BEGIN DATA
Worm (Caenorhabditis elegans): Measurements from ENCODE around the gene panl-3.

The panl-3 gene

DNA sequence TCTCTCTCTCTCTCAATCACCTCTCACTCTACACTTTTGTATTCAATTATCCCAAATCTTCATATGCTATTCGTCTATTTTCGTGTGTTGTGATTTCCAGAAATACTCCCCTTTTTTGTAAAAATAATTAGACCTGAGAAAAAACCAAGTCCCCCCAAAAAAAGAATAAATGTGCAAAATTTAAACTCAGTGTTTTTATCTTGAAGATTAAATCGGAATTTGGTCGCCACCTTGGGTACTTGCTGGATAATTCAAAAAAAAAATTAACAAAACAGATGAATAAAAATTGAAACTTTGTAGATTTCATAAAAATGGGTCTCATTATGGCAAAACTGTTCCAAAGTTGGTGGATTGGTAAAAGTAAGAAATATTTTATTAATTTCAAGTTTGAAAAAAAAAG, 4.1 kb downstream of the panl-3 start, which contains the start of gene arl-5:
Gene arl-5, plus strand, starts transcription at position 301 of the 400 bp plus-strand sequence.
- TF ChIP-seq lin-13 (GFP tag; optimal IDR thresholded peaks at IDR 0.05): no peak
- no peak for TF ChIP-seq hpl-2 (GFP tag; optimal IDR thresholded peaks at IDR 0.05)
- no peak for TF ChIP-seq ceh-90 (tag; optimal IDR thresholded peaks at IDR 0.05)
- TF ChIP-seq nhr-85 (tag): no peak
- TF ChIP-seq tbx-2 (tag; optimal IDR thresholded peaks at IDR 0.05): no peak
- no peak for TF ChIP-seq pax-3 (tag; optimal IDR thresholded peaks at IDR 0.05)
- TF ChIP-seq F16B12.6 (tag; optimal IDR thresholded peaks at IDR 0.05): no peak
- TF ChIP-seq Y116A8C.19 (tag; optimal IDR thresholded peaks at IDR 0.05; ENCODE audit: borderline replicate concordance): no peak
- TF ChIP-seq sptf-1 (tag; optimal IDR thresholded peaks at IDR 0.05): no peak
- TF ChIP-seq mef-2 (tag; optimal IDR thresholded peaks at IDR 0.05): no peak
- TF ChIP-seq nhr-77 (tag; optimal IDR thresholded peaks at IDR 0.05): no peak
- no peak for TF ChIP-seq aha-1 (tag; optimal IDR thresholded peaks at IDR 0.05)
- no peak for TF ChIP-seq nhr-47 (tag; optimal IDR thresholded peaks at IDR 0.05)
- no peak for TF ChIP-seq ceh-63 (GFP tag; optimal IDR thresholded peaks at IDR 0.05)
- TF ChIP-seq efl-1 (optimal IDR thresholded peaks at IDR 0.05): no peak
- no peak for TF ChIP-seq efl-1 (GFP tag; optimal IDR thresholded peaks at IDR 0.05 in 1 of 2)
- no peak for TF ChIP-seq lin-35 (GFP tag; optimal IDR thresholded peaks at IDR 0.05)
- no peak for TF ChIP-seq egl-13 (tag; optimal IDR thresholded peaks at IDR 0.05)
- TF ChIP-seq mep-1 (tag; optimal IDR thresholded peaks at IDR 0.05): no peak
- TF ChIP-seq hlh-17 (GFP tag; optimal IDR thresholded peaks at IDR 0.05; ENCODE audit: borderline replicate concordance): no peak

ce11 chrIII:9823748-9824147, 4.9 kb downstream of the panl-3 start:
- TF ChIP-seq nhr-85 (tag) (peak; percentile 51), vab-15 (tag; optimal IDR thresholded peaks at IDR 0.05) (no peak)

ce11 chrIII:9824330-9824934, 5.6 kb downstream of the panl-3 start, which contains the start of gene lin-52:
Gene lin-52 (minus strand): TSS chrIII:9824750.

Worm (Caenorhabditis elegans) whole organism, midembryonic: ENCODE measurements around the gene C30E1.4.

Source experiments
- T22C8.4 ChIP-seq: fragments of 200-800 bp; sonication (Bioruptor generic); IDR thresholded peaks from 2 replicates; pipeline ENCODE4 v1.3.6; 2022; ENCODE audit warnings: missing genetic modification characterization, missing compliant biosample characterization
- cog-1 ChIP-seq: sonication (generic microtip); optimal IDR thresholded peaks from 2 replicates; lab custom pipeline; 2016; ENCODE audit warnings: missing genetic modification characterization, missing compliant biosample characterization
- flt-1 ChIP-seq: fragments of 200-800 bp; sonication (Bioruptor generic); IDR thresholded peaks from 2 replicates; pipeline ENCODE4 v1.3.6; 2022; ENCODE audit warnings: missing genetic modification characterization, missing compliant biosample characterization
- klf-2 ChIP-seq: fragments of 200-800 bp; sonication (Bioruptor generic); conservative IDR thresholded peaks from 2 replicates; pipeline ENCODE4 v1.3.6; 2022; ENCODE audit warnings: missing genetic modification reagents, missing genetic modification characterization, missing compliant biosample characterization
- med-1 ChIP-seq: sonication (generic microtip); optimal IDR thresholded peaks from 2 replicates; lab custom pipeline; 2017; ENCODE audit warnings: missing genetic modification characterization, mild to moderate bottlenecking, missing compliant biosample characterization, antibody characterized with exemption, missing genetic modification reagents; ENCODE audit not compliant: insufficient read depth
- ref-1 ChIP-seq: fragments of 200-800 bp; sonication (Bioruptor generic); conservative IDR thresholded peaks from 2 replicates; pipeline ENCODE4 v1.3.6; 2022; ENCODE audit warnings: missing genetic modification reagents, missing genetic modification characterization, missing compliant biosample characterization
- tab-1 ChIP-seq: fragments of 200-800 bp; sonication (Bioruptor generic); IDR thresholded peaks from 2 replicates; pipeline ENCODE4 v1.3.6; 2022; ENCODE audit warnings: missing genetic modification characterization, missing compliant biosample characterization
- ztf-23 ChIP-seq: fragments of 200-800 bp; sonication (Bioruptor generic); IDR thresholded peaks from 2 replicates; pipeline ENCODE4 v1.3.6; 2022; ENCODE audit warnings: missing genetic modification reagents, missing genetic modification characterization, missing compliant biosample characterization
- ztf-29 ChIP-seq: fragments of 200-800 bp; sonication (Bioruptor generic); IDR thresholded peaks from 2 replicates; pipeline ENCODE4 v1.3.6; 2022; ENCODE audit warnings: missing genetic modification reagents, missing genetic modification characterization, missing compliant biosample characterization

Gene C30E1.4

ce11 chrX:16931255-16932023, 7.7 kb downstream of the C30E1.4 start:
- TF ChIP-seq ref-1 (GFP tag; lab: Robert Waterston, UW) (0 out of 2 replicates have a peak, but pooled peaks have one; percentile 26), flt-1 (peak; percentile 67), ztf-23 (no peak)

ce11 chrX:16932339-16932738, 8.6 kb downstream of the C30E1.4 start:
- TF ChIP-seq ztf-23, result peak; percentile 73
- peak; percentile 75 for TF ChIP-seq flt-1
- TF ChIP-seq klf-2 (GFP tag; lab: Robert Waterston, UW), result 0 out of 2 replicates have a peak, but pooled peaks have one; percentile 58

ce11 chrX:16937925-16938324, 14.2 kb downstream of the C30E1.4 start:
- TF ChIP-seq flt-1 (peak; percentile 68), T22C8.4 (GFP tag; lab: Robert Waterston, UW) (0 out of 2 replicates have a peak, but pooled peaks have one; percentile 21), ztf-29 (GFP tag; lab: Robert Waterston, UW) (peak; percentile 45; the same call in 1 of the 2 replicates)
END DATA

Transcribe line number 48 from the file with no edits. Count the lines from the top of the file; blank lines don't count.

- TF ChIP-seq flt-1 (peak; percentile 68), T22C8.4 (GFP tag; lab: Robert Waterston, UW) (0 out of 2 replicates have a peak, but pooled peaks have one; percentile 21), ztf-29 (GFP tag; lab: Robert Waterston, UW) (peak; percentile 45; the same call in 1 of the 2 replicates)